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HIV/AIDS Conference: Listen, Learn, Live

Tue 1 Nov 2005 In: HIV

"When words are many, sin is not absent, but he who holds his tongue is wise." – Proverbs 10:19 Feiloakitau Kaho Tevi, Executive Secretary of the World Council of Churches, started and ended his address on Strengthening Leadership at the Pan Pacific AIDS Conference last week with the Bible verse above. He presented it as slightly tongue-in-cheek, assuring the audience it was a good justification for him keeping his speech short. But read that verse again and consider it in the context of a burgeoning HIV epidemic in the Pacific, fuelled by silence and ignorance. The idea that silence is wisdom, and words = "sin" is a frightening one indeed. Although church leaders in the Pacific have shifted significantly in their moral rigidity on HIV/AIDS in the past year or two, the fact that Bible verses like this are still pulled out are a cause for concern. This use of the Bible did not go unnoticed by Stephen Vete of UNAIDS Pacific, who followed Tevi with a lengthy address that went way over time (perhaps he was attempting to single-handedly make up for the silence of the churches?). “I don't know whether I'm going to encourage you all to sin,” he said. “But we've been saying for years the churches need to be more vocal in speaking out against the injustices surrounding HIV/AIDS.” As far back as 1996, there have been calls at the highest levels of government for leadership to get behind HIV prevention in a meaningful way. In April of that year, the United Nations Development Program published a report called Time To Act. The “creation of a supportive and enabling social environment which treats people with HIV and AIDS compassionately” was noted to be of particular importance. “As I sit at this conference nearly ten years later, the same message is still coming through,” said Vete. “Leaders are only now starting to make concrete commitments. We need to mobilise people so they know their rights. Church leaders can play a big part in convincing their congregations.” But, he argued, this also worked in reverse. People within churches need to be more active, and place demands on the leadership. “The Church is only as good as the members of the Church. It's such an important part of our lives, we need to reclaim it,” he said. The theme for World AIDS Day 1999 was “Listen, Learn and Live”. It is hard to think of a better antidote to the dangerous “ABC” alphabet of ignorance. “Beware of vested interests. It's not against our religion to talk openly about subjects,” Vete said. “Our traditions and cultures have been mistinterpreted by many leaders. It's frightening.” Ethnic differences and sexual orientation have been and continue to be exploited by “unscrupulous leaders”, he continued, urging the audience not to be diverted from the real problem. “Instead of praising the Lord for making us the way we are, we focus on sexual acts and sin,” he said. “My son has a basketball t-shirt which reads: ‘if you're not living on the edge, you're taking up too much room'. Many of our leaders are taking up too much room.” However, he still found time to end on a positive note. “We have a marvellous framework and some very committed people,” he said. “We need to translate this political will into action.” Sooner rather than later would be good. Dr Ross McLeod of the Asia Development Bank presented some spine-chilling projections on the spread of HIV. By 2015, they're predicting that at least 15% of all MSM in Papua New Guinea will have HIV, and that's a minimum. Less conservative projections go as high as 30%. By 2020, life expectancy across the board in that country is predicted to drop by nearly thirteen years. “The costs involved are enormous,” said McLeod. “Households will feel the front line of impact. With higher numbers of employees falling sick, there's lower staff morale, and a collapsing economy as families fall into poverty.” Epeli Ganilau, chairman of Fiji's Great Council of Chiefs, also called for an end to the silence. "There is a lingering sense of denial that certain sexual practices, like homosexuality, do not exist in the Pacific," he said. "We as leaders must break the silence that fuels the spread of HIV/AIDS. We all saw how the world stood by while AIDS ravaged Africa. We cannot afford to stand by." Chris Banks - 1st November 2005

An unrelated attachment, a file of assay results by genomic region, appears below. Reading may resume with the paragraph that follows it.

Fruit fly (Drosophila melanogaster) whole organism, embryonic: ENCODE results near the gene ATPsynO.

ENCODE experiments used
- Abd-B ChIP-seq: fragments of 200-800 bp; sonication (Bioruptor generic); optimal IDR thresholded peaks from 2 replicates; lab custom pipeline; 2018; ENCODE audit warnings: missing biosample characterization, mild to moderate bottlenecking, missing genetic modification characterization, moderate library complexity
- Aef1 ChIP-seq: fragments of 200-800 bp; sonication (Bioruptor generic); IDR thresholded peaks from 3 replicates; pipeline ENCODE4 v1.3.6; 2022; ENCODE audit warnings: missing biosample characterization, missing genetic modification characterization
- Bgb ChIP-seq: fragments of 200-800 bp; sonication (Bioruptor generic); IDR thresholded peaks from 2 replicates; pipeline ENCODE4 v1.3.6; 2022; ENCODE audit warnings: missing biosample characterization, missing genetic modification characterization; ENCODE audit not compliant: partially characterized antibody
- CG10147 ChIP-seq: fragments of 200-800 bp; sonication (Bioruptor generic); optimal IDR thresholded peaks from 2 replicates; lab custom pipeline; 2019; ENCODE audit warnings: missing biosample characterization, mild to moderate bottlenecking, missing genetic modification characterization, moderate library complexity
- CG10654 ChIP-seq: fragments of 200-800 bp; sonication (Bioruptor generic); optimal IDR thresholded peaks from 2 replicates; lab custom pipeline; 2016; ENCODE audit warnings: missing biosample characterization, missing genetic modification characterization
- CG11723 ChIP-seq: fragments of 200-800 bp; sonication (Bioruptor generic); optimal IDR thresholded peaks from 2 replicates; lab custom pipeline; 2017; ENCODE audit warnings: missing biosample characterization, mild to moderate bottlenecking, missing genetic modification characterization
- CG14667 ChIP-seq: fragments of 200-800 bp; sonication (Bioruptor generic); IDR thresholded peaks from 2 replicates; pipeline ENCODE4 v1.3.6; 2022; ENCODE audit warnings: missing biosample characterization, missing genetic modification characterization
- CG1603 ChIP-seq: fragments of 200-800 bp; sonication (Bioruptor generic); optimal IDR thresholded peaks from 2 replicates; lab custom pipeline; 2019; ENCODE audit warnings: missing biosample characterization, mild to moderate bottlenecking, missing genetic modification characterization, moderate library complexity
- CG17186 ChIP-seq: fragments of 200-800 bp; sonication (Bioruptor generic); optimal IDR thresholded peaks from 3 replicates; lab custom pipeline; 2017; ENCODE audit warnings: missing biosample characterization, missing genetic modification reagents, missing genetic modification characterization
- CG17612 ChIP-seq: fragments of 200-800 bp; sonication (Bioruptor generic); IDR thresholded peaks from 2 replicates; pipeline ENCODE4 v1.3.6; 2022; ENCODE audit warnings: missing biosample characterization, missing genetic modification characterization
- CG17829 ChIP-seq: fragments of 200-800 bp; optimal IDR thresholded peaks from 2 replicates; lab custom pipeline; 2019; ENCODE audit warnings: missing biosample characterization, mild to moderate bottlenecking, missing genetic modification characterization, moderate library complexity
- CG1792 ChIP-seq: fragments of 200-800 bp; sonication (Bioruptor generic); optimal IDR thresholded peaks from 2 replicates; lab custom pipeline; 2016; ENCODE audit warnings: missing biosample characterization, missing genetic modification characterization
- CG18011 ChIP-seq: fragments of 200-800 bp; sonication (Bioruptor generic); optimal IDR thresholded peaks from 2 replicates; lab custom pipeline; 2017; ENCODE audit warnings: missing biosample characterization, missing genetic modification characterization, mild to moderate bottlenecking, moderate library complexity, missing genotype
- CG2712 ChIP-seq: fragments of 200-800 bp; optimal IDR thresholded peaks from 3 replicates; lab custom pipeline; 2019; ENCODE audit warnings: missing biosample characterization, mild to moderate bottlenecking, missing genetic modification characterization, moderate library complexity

Credit: Chris Banks

First published: Tuesday, 1st November 2005 - 12:00pm

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